“Live dangerously!” was Nietzsche’s advice to his followers, those “good Europeans”, the “legislators of the future”. He wanted them to send their “ships into uncharted seas”, to “live at war” with their peers and themselves. That was the secret, as he wrote in The Gay Science, “for harvesting from existence the greatest fruitfulness and the greatest enjoyment”.

Ever since he called a snap election on 9 June, Emmanuel Macron has been living dangerously. The decision was taken after his centrist coalition was trounced into second place by the National Rally (RN), who won more than double the vote in the European elections. Today, as it becomes clear that the RN threat has been neutralised by an unexpected surge on the French Left, it appears that gamble has paid off.

Even with his Ensemble party consigned to second place, the results can surely be read as a partial victory for Macron — a politician, we must remember, who was first elected to face down the far-Right populist wave. In 2017, Macron won the French Presidency in a landslide, beating Marine Le Pen 66% to 34%. Five years later, he repeated the feat, winning 59% of the vote. Within two months, however, his absolute majority in the National Assembly, the lower house of the French Parliament, was turned into a relative majority in the legislative elections. Over the next year, his popularity started to wane, largely the result of two bills: one raising the retirement age from 62 to 64, the other hardening immigration.

The first was passed by decree and the second with the help of conservative and even far-Right votes. Before yesterday’s results, there were concerns that, in trying to appease the far-Right, Macron may have emboldened it. Indeed, Jordan Bardella, the new leader of the National Rally, called Macron’s immigration bill an “ideological victory” for his party. It brought to mind another of Nietzsche’s warnings, this time in Beyond Good and Evil: “He who fights with monsters might take care lest he thereby become a monster. And if you gaze for long into an abyss, the abyss gazes also into you.” By taking on the far-Right’s positions in trying to face them down, it seemed Macron was in danger of becoming a monster himself.

Isolated within his own party, however, Macron seems to have followed Nietzsche’s counsel to be “at war” with one’s peers and oneself. Aside from his inner circle, most of his party did not know he was going to call a snap election — not even his sitting prime minister Gabriel Attal — putting them in a difficult situation. Nor was his former prime minister Edouard Philippe informed: a still very popular politician who leads a faction within Ensemble. Philippe has stated that Macron’s decision to call the election means the “end of Macronism”.

“Macron seems to have followed Nietzsche’s counsel to be ‘at war’ with one’s peers and oneself.”

What happens next is anybody’s guess: with a hung parliament seemingly on the horizon, propped up by the New Popular Front (NPF), we are in the “uncharted seas” Nietzsche dangerously called for. Will a national unity government, spanning the centre-left (the Socialists and Greens) and centre-right (the Republicans), be formed? Although coalition-building was a feature of both the Third and Fourth Republics, France has lacked the political know-how to do so since Charles de Gaulle established the Fifth Republic in 1958 with a strong presidency.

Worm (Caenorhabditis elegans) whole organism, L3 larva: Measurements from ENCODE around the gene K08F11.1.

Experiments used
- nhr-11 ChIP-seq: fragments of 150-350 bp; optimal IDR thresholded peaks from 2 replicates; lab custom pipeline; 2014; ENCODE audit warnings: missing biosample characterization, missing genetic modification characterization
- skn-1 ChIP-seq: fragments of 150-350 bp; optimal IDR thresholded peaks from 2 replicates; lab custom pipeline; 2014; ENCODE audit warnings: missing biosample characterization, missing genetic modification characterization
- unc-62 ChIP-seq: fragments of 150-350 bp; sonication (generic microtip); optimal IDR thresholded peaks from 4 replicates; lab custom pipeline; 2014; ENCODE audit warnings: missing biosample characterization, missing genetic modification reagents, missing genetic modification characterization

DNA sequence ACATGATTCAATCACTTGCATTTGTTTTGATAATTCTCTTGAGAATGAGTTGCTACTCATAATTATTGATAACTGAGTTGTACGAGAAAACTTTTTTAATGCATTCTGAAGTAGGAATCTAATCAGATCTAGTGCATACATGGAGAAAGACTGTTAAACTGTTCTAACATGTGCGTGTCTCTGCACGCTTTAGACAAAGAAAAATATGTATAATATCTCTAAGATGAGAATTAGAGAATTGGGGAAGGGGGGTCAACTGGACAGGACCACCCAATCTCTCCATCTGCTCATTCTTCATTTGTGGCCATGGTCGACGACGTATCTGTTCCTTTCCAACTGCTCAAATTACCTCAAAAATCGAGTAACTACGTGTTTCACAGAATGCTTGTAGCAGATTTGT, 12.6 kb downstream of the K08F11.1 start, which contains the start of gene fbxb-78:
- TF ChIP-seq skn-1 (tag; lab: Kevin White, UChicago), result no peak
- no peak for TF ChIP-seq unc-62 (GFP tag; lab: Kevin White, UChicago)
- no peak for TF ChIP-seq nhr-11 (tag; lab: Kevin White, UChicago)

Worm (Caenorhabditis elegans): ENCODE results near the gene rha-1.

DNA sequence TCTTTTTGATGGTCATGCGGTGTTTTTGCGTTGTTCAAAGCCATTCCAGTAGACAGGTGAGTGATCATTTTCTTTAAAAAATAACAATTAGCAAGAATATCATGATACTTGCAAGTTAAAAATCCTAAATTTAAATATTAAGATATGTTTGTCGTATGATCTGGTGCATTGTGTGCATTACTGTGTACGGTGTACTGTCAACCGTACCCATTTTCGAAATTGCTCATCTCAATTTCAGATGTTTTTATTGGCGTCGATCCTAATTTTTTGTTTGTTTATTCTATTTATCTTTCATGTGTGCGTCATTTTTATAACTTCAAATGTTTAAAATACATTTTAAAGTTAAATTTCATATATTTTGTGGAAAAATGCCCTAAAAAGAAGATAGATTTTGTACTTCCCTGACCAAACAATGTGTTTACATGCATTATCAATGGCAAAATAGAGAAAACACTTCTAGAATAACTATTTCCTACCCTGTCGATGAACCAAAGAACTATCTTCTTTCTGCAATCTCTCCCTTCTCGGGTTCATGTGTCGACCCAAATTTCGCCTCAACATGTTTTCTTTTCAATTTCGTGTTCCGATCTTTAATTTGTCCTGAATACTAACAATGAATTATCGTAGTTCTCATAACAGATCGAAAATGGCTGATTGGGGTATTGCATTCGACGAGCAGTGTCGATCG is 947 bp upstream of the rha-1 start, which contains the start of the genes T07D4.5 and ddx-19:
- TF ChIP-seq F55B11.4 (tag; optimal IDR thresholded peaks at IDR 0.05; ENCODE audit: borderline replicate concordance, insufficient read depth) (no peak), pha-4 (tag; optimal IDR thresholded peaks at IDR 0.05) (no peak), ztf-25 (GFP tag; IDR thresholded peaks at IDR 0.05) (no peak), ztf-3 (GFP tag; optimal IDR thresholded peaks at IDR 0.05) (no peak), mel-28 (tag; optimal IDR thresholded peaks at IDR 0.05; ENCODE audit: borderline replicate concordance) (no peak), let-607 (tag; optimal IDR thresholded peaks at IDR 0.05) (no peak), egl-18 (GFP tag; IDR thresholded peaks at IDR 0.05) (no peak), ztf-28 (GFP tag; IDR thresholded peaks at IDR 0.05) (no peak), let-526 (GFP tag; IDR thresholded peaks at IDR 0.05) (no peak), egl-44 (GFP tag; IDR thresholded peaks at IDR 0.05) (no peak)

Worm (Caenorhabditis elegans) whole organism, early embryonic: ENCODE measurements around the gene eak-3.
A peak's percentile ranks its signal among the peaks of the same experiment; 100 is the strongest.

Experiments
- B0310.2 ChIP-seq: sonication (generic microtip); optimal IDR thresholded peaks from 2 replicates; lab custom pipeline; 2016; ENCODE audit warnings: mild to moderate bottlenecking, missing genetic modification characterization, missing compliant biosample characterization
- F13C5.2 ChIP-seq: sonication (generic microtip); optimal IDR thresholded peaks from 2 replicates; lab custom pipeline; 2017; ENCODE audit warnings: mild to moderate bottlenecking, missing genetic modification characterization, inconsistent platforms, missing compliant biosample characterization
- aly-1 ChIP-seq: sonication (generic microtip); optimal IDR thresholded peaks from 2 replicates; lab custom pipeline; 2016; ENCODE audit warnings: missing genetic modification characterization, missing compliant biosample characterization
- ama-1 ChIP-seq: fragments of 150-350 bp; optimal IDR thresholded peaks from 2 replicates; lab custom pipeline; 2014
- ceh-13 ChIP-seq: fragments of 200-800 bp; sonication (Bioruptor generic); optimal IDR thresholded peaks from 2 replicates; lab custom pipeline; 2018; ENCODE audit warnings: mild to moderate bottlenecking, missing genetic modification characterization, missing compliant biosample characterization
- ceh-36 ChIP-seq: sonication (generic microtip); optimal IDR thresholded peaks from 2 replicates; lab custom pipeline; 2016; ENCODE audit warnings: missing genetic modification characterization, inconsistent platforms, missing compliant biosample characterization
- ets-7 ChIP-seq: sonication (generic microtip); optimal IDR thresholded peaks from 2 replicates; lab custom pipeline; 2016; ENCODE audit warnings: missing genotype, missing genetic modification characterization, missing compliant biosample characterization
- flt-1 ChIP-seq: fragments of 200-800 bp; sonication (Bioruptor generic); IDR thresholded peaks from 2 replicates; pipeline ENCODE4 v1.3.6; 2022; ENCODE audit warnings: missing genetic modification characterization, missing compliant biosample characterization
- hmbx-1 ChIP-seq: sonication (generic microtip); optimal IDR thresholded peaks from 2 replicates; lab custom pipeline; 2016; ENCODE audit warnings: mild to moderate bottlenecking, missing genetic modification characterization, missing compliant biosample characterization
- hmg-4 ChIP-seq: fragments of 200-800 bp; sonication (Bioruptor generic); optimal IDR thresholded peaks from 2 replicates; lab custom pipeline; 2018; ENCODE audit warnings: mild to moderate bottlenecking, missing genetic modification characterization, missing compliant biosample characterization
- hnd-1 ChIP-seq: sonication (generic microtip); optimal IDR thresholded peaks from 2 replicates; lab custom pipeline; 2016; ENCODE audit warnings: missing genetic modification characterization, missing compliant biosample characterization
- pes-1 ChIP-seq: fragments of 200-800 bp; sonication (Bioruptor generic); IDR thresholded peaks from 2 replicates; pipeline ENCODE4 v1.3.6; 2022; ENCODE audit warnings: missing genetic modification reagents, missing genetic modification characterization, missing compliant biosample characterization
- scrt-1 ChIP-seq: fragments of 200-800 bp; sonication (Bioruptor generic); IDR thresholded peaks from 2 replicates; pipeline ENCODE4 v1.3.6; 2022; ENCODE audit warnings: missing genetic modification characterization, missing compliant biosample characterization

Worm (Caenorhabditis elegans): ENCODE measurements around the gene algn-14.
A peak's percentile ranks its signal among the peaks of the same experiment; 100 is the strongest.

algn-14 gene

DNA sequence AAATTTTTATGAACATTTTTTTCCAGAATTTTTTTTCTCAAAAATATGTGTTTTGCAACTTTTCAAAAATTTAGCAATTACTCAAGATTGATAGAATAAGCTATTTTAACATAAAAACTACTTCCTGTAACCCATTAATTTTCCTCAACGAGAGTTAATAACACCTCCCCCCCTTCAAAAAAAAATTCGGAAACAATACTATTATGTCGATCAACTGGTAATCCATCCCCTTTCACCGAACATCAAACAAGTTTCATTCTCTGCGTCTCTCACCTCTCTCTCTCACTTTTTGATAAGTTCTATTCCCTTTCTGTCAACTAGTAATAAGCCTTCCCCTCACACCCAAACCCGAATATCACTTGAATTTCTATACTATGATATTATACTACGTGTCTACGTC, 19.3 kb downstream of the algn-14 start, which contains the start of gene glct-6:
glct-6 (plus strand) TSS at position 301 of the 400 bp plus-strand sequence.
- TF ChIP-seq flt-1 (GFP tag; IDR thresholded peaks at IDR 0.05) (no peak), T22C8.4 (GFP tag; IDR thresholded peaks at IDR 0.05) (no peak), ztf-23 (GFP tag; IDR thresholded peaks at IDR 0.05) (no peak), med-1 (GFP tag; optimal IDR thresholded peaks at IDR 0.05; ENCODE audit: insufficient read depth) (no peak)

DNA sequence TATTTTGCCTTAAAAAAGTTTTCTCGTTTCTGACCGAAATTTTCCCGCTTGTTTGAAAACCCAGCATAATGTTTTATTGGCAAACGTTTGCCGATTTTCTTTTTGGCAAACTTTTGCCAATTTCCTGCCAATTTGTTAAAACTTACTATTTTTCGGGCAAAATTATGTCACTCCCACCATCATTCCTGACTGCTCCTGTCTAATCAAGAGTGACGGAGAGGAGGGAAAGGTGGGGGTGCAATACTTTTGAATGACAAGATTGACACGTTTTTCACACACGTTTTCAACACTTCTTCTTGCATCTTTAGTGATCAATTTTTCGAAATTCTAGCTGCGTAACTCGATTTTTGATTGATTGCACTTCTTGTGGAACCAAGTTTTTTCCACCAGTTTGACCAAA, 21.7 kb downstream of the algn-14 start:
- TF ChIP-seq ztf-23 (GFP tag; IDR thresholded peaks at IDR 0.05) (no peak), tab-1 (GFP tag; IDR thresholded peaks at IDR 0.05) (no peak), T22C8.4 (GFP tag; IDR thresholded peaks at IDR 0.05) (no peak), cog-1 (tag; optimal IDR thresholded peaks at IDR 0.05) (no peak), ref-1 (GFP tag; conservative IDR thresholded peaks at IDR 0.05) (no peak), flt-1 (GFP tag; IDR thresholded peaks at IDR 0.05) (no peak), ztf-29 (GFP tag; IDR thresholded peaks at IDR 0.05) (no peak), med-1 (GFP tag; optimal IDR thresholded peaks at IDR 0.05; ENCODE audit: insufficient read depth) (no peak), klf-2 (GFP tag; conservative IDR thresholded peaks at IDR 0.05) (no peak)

What we do know is that, despite not losing to the RN, Macron finds himself in a weaker position than before the European elections. While the French Presidency, and therefore Macron, will retain a firm hand in external affairs, Macron’s foreign policy will be undermined. Macron has been at the forefront of trying to build European strength in the face of Russian aggression, to make Europe “acquire a single will”, as Nietzsche wrote in Beyond Good and Evil on the subject of Russia’s “threatening attitude” and the need for an “equally threatening” Europe. In a similar vein, Macron has made clear he is open to sending French ground troops to Ukraine, to the horror of his Western allies, and has promised Zelensky the delivery of French missiles and planes to help in the war effort. The Left’s Jean-Luc Mélenchon, by contrast, has repeatedly called for the US not to “annex Ukraine into Nato”. For him, closer ties with Ukraine are certainly not a priority.

Thus, Macron, who has another three years to run on his presidency, could soon find himself in another tricky situation. Ultimately, it will be then that he will be judged. In his semi-autobiographical Ecce Homo Nietzsche wrote:

“I know my fate. One day my name will be associated with the memory of something tremendous — a crisis without equal on earth, the most profound collision of conscience, a decision that was conjured up against everything that had been believed, demanded, hallowed so far. I am no man, I am dynamite.”

Macron’s name, of course, may not be “associated with the memory of something tremendous”. But it is fair to say that, since coming to power in 2017, he has dynamited the French political system, bringing an end to the dominance of the old Socialist and Republican parties. Shortly after dissolving parliament he said: “I threw my unpinned grenade under their legs. Now let’s see how they get on.” If Macron has blown up the French political system, we’ll soon know whether he has blown himself up in the process too.

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Source: UnHerd Read the original article here: https://unherd.com/